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  3. 3rd Unit : Study Group Session “Coexistence with Nature: Its Modes of Expression”

3rd Unit : Study Group Session “Coexistence with Nature: Its Modes of Expression”

Study Group Session“Coexistence with Nature: Its Modes of Expression”




 On July 12, 2014, the 3rd Unit of the Ircp held a study group session on the theme “Coexistence with Nature: Its Modes of Expression” at the Toyo University Hakusan Campus (Building6, Meeting room of School of Literature). The event marked the second meeting for the study group, whose aim is to seek out concepts of coexistence within such concrete modes of expression as the fine and visual arts. This gathering focused on a presentation by Eto Takumi (Part time lecturer at Toyo University) about “The Influence of Flemish Painting on Italian Portrait Painting of the Classical Period: Especially on the Works of Leonardo da Vinci.”

 In his talk, Eto focused on how Flemish painting contributed on the formation of classicism at the High Renaissance and on the series of portraits by Leonardo da Vinci. It is said that the three-quarter-view portrait format had its origins in Flanders. For example, there are the connection between the portrait Ginevra de’ Benci depicted by Leonardo in the 1470s and Petrus Christus’ Portrait of a Lady which was then in the collection of the Medici family. Paul Hills regarded Leonardo as the first Italian painter who recognized the contemplative character of this Flemish portrait. The plant ornament on the reverse of the portrait of Ginevra, the laurel and palm wreath, have a resemblance to the coat of arms of Bernardo Bembo, who had been in Flanders as Venetian ambassador. Based on this, Bembo may be the person who commissioned the portrait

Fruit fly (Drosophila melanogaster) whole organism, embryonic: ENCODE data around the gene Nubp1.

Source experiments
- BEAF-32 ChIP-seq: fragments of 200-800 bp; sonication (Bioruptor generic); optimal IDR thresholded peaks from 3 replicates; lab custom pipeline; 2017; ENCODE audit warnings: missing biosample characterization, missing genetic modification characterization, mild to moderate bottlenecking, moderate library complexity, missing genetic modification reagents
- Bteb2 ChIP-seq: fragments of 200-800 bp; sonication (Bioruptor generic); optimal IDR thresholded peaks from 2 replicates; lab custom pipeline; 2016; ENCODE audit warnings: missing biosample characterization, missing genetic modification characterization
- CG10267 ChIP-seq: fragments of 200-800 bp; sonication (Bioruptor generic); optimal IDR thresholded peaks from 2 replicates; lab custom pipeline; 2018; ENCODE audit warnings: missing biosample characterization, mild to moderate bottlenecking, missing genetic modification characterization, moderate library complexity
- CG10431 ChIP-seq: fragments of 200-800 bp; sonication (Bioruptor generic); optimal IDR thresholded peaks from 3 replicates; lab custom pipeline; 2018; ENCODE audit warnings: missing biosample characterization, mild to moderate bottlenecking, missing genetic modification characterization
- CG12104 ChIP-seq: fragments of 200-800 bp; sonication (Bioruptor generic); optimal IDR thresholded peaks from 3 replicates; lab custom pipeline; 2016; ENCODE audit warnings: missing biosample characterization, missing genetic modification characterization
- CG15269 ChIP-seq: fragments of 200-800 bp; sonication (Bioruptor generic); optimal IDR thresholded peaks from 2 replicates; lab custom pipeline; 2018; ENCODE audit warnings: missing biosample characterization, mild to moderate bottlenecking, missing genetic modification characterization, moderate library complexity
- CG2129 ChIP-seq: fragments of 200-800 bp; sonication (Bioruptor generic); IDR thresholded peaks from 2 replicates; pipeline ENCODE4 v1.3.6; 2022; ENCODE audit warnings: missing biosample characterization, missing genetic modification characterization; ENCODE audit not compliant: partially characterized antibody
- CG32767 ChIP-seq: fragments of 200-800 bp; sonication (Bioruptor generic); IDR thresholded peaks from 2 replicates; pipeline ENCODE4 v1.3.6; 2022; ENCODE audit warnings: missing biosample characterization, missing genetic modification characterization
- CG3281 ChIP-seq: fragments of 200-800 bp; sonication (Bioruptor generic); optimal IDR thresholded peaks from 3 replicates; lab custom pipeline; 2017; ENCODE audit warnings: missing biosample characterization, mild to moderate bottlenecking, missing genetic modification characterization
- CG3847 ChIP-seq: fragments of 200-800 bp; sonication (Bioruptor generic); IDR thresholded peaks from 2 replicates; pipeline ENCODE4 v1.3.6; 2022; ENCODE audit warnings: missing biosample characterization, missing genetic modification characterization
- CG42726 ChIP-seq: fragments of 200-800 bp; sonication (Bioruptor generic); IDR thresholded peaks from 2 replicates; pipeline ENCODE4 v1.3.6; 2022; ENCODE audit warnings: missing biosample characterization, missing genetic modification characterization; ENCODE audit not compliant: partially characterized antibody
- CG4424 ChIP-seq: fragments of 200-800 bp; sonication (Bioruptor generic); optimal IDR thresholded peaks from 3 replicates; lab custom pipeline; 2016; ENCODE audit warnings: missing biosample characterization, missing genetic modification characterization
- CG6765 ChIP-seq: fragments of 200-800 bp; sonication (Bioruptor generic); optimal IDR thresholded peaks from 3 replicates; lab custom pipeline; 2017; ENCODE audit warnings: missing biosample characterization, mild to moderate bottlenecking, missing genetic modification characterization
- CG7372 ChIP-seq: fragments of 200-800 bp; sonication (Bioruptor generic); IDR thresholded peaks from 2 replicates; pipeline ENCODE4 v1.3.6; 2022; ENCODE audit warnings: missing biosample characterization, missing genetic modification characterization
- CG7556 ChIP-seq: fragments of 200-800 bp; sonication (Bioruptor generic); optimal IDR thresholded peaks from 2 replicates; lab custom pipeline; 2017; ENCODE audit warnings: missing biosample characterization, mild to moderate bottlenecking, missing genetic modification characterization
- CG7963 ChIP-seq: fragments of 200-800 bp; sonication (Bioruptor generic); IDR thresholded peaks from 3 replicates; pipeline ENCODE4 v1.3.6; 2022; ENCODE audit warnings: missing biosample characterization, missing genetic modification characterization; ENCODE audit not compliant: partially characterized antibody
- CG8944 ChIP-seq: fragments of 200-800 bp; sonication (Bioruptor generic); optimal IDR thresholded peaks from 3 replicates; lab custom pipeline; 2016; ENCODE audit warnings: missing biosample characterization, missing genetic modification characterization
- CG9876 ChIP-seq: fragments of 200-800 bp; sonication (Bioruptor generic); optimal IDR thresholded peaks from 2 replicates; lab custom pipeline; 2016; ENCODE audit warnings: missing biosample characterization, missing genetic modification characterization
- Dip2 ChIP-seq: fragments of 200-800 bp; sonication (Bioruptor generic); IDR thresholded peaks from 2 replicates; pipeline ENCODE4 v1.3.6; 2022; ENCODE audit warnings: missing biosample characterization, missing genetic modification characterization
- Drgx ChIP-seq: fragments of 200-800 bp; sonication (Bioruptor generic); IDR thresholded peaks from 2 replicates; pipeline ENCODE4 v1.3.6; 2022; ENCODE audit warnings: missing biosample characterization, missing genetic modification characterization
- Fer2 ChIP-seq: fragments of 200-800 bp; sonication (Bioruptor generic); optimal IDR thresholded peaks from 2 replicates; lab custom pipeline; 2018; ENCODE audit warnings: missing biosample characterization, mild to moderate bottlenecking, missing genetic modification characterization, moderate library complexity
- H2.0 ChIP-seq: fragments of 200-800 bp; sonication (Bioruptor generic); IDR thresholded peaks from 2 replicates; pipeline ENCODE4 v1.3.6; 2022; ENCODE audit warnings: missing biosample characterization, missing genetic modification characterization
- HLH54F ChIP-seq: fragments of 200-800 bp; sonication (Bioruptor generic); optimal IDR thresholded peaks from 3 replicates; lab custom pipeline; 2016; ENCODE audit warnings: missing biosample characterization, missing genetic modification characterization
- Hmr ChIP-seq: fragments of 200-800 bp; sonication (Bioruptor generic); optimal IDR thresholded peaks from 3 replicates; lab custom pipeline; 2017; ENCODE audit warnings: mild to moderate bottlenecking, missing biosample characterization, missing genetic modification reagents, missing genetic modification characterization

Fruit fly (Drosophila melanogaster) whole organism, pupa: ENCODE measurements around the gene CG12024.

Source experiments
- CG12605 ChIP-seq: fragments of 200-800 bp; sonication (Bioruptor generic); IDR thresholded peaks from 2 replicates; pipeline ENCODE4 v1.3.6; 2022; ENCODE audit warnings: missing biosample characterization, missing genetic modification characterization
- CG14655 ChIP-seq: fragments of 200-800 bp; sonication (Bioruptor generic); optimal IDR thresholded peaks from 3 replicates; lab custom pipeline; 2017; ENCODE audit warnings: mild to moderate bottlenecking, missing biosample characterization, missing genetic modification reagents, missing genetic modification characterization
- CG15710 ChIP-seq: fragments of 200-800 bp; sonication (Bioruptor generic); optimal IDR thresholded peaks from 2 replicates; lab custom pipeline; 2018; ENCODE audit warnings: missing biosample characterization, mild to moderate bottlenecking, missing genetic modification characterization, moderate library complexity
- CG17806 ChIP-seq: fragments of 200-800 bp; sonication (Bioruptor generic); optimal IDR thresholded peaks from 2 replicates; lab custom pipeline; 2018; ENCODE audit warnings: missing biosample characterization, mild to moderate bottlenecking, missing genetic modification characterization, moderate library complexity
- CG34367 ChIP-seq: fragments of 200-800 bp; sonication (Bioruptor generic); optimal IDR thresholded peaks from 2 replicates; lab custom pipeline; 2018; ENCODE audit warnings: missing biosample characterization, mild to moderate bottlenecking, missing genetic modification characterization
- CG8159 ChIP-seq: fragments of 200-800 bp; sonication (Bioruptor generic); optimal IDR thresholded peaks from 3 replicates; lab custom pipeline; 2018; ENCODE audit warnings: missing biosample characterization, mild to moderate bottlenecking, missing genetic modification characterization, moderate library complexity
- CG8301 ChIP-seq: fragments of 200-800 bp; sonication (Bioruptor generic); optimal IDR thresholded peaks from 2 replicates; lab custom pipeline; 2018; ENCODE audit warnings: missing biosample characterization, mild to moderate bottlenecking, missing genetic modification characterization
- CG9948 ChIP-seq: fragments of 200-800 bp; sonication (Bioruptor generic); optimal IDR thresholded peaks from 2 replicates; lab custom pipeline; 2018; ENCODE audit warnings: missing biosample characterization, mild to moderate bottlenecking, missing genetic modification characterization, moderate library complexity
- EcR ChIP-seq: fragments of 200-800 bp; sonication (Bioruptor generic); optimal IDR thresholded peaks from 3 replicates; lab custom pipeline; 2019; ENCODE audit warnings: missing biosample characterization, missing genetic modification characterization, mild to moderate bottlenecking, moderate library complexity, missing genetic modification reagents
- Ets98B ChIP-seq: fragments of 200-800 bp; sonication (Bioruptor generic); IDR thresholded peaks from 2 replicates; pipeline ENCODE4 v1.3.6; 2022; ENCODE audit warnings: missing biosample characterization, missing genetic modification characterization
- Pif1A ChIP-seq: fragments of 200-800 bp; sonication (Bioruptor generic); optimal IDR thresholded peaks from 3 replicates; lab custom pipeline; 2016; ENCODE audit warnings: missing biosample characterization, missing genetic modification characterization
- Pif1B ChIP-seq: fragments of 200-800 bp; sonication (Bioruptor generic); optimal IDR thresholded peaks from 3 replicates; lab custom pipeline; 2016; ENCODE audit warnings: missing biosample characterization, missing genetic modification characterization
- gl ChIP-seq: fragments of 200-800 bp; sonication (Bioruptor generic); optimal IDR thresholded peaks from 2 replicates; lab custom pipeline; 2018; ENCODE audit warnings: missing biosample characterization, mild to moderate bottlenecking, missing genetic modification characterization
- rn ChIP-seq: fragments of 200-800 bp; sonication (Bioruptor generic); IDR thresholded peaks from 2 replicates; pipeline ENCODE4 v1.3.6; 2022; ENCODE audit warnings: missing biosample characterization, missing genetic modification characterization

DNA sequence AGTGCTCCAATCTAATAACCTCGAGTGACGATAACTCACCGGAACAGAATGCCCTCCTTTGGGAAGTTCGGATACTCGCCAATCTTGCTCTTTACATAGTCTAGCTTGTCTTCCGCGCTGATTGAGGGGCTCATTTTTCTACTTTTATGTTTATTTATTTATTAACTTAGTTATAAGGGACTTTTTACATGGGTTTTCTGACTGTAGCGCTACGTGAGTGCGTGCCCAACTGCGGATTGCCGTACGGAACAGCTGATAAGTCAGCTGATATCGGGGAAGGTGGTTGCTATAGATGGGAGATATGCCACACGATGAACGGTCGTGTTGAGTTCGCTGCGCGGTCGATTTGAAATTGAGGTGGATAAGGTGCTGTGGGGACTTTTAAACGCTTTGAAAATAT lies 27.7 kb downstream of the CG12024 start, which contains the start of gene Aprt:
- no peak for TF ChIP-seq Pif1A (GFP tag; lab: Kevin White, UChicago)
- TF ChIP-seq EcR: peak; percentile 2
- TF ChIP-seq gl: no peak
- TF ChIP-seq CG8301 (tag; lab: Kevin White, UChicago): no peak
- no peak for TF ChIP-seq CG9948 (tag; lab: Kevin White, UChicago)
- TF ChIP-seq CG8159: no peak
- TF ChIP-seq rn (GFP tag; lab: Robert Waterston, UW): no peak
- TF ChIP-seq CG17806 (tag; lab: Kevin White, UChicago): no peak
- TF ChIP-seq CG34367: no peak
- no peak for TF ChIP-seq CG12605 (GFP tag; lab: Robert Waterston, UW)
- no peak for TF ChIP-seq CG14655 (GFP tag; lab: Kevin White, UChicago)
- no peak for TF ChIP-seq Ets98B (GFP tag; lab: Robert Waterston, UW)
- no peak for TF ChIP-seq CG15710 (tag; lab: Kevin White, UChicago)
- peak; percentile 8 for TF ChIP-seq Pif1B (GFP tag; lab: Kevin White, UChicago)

During his stay in Milan that began in the 1480s, Leonardo depicted such portraits as Lady with an Ermine, Portrait of a Musician and La Belle Ferronnière. The Portrait of a Musician is said to be under influence of the emotive expression of the portraits by Antonello da Messina, who learned Flemish oil painting techniques. One can also recognize a tendency in these portraits: the portraiture of sitters, whose sex can be not distinguished clearly, gradually dissolve into the idealization.

 In 1503 Leonardo, who returned to Florence in 1500, accepted a commission of a portrait from Francesco del Giocondo. He was devoted to creating the portrait of del Giocondo’s third wife, Lisa, for three years. The composition of Mona Lisa, seated on an armchair, can trace back to the picture tradition of the Madonna. Also the opening framed by two columns behind the sitter resembles that of Hans Memling’s portrait of Benedetto Portinari. In consequence, such anti-classical portrait has been completed. Mona Lisa has an uneasy visage wearing its slight Gothic smile against the fantastic background. We can find in Mona Lisa a definite resolution to the question of Heinrich Wölfflin: a fusion of the Gothic subjective idealism and the objective naturalism of the 15th century.2